Would you like a holiday in France?  Martin Walker has come out with a new Bruno, Chief of Police novel, titled Fatal Pursuit.  These mysteries are set in the south of France, with this one bringing Bruno a little romance as he works to solve two murders during the annual fete in St. Denis. 

Maybe you’d like to run away to Australia.  A Few Right Thinking Men is a mystery by Sulari Gentill set during the Depression.   Young gentleman painter Rowland Sinclair takes up an investigation when his uncle is killed and he believes the police are pursuing the wrong leads.  Many books are set during the Great Depression, but seeing that era in Australia is unusual.  The first in a planned series of seven, this novel is recommended for fans of Miss Phryne Fisher, Maisie Dobbs, and Lord Peter Wimsey.   

For a trip to Italy, you could pick up A Voice in the Night by Andrea Camilleri.  This Inspector Montalbano mystery finds the inspector investigating a basic supermarket robbery that turns into a more complicated case with two possible murders.  Is it about political power and the mafia?  Maybe you won’t feel like getting away to Sicily if you read this one, but Camilleri’s books are known for their humor, which is its own kind of escape.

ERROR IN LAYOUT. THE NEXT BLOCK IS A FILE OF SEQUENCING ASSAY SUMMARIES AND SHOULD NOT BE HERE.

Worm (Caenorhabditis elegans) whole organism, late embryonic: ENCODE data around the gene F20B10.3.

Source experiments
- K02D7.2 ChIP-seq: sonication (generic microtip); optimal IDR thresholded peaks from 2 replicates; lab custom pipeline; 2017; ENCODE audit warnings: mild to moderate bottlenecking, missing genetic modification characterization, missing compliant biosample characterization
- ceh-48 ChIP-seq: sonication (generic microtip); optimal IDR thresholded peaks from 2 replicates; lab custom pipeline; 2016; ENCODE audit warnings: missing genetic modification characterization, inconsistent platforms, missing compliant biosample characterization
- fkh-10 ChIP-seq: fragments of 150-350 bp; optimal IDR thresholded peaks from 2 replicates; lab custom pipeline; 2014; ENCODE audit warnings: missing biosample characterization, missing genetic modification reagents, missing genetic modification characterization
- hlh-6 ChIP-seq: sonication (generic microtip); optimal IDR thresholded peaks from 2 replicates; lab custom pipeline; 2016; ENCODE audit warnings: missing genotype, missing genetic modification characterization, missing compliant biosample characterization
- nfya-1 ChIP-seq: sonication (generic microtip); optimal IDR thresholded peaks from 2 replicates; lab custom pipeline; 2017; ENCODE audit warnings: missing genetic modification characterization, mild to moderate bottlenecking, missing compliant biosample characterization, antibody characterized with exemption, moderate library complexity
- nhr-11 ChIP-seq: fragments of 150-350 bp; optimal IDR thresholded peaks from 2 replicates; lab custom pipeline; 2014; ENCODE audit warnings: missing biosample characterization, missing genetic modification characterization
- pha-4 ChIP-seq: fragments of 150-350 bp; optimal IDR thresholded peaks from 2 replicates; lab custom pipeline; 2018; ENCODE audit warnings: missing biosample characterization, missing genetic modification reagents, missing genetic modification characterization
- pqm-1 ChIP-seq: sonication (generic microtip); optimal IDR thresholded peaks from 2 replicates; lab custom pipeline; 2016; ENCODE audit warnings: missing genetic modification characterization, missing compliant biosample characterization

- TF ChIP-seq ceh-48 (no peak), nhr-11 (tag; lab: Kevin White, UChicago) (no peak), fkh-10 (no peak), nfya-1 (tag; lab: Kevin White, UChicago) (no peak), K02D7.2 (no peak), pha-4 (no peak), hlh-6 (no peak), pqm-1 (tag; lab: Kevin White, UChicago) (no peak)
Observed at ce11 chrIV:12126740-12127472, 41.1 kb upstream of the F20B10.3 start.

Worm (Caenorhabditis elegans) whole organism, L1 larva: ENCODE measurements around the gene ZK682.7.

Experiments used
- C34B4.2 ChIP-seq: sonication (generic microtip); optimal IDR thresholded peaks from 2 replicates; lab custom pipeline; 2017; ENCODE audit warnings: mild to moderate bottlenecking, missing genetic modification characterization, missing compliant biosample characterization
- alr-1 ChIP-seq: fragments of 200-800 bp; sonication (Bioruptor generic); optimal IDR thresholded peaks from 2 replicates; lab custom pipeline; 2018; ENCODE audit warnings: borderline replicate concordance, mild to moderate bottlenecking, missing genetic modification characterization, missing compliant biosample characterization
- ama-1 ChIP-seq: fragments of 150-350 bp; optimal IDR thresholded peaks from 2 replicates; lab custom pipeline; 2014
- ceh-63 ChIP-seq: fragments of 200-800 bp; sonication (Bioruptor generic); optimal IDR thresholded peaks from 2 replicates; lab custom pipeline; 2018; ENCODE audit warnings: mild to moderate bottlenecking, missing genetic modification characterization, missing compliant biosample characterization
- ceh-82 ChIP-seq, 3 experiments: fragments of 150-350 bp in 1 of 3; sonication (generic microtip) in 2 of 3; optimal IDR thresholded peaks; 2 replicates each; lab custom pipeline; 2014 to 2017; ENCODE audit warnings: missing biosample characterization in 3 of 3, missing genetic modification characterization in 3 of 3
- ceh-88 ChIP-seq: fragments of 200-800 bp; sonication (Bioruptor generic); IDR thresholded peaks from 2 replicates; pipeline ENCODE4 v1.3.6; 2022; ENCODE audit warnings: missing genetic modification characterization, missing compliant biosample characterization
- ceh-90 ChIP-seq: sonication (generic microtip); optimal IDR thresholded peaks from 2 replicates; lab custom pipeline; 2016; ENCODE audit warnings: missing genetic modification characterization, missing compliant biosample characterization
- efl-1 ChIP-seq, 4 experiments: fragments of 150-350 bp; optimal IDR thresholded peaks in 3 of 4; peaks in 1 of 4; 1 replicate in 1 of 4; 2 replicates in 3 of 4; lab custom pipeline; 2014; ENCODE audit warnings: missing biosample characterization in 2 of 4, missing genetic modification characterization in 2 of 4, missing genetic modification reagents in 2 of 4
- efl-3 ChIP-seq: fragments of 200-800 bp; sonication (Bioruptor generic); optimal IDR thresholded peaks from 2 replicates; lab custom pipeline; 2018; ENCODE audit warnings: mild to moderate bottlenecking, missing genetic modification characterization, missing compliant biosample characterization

Michael Connelly’s Harry Bosch mysteries are set in Los Angeles.  The newest is The Wrong Side of Goodbye.  Now a private investigator who doesn’t need to advertise, Bosch is hired by a dying billionaire who wants to find out if he has an heir.  His great love when he was young was a Mexican girl who disappeared while she was pregnant.  Reviewers say this novel is Connelly at his best.

If you’d like a nonfiction escape, you could do some planning for spring with the new book Gardening for Butterflies: How You Can Attract and Protect Beautiful, Beneficial Insects by the Xerces Society.  The book explains how to choose plants and design a butterfly garden you can enjoy this summer.

Another kind of nonfiction escape, The Wonder Trail: True Stories from Los Angeles to the End of the World is a travel memoir.  Steve Hely, a writer for the television show “The Office”, backpacked to the southern tip of South America.  This is a travelogue that focuses on the positive and the humorous, without ignoring the challenges that people in Central and South America face.

Books can take us to places and times that are completely different from where we really are.  Get away this winter by picking up a good book.